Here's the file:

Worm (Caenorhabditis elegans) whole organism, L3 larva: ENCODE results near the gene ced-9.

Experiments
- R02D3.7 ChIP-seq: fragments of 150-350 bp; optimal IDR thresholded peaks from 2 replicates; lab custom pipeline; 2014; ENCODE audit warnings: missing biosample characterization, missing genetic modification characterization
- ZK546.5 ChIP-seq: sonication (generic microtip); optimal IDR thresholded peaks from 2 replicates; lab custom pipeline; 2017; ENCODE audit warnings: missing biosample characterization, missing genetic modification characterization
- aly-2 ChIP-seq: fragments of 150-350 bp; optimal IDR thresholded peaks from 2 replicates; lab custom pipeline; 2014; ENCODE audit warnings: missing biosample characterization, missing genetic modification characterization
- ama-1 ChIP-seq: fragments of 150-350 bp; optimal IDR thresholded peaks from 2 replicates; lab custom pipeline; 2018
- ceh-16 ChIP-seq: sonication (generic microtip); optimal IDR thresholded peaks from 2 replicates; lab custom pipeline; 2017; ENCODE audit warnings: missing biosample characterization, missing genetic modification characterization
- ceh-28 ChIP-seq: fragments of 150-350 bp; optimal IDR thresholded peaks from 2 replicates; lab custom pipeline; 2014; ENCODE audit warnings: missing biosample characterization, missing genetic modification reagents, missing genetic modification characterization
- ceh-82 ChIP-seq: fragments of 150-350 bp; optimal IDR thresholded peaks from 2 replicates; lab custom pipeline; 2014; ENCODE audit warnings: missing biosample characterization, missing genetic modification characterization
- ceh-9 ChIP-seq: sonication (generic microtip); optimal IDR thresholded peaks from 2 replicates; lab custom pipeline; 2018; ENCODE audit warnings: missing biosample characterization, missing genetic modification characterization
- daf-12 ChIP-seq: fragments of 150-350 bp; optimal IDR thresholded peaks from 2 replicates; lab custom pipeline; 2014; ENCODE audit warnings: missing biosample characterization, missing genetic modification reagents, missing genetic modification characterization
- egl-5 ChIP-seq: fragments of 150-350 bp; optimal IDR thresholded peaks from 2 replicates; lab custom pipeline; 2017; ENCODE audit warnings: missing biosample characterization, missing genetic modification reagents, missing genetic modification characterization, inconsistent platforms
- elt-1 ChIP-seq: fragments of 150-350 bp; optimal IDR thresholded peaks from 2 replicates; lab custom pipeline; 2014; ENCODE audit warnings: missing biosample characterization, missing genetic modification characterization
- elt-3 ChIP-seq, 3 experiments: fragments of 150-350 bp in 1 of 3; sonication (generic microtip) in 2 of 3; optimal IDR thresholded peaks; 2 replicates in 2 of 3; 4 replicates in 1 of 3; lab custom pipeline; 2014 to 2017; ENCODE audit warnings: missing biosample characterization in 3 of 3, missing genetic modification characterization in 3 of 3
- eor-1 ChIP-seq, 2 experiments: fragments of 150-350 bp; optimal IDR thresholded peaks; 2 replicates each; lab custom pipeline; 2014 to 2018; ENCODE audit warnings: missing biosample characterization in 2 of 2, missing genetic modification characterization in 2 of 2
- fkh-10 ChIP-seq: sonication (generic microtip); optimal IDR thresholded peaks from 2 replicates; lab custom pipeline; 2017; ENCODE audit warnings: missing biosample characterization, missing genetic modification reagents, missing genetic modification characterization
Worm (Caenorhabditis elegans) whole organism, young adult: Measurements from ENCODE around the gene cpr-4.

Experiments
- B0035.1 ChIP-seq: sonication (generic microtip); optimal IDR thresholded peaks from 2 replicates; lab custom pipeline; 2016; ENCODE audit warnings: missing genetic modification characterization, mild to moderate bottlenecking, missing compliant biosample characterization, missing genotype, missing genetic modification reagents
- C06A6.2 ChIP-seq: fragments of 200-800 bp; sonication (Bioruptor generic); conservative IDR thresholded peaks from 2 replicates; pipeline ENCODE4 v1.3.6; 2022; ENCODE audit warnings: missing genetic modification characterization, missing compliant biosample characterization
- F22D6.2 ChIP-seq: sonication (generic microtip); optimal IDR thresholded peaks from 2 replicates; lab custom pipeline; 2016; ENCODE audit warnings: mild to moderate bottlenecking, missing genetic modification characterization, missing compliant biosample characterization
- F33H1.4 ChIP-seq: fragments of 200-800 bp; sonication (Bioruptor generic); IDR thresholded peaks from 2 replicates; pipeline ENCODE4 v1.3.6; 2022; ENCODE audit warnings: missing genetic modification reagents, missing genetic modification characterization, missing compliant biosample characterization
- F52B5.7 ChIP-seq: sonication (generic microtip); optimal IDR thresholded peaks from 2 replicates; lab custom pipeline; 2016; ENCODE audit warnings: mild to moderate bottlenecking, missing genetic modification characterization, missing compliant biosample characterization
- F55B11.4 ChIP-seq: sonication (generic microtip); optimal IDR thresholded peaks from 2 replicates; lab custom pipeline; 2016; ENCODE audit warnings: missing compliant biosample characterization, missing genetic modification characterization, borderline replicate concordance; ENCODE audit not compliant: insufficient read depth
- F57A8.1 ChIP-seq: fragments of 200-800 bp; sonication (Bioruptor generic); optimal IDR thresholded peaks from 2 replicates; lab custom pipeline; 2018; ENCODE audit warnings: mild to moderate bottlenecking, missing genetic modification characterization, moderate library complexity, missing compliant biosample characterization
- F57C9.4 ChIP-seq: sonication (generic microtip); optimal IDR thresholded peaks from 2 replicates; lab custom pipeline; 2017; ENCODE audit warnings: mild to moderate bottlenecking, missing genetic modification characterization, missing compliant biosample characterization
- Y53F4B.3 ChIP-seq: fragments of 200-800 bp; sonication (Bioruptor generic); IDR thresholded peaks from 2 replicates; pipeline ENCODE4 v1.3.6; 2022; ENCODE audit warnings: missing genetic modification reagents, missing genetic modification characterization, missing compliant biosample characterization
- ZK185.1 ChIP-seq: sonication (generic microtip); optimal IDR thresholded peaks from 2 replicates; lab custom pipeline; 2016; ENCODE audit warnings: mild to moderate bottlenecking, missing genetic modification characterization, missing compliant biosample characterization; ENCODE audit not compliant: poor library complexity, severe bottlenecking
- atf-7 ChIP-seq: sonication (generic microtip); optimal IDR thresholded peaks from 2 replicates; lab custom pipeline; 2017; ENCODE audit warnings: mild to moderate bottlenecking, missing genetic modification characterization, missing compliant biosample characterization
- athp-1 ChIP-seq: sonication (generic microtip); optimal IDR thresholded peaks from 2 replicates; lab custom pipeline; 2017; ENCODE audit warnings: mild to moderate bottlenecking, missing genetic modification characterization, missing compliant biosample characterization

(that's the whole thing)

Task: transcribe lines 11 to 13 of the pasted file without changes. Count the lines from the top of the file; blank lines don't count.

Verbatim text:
- daf-12 ChIP-seq: fragments of 150-350 bp; optimal IDR thresholded peaks from 2 replicates; lab custom pipeline; 2014; ENCODE audit warnings: missing biosample characterization, missing genetic modification reagents, missing genetic modification characterization
- egl-5 ChIP-seq: fragments of 150-350 bp; optimal IDR thresholded peaks from 2 replicates; lab custom pipeline; 2017; ENCODE audit warnings: missing biosample characterization, missing genetic modification reagents, missing genetic modification characterization, inconsistent platforms
- elt-1 ChIP-seq: fragments of 150-350 bp; optimal IDR thresholded peaks from 2 replicates; lab custom pipeline; 2014; ENCODE audit warnings: missing biosample characterization, missing genetic modification characterization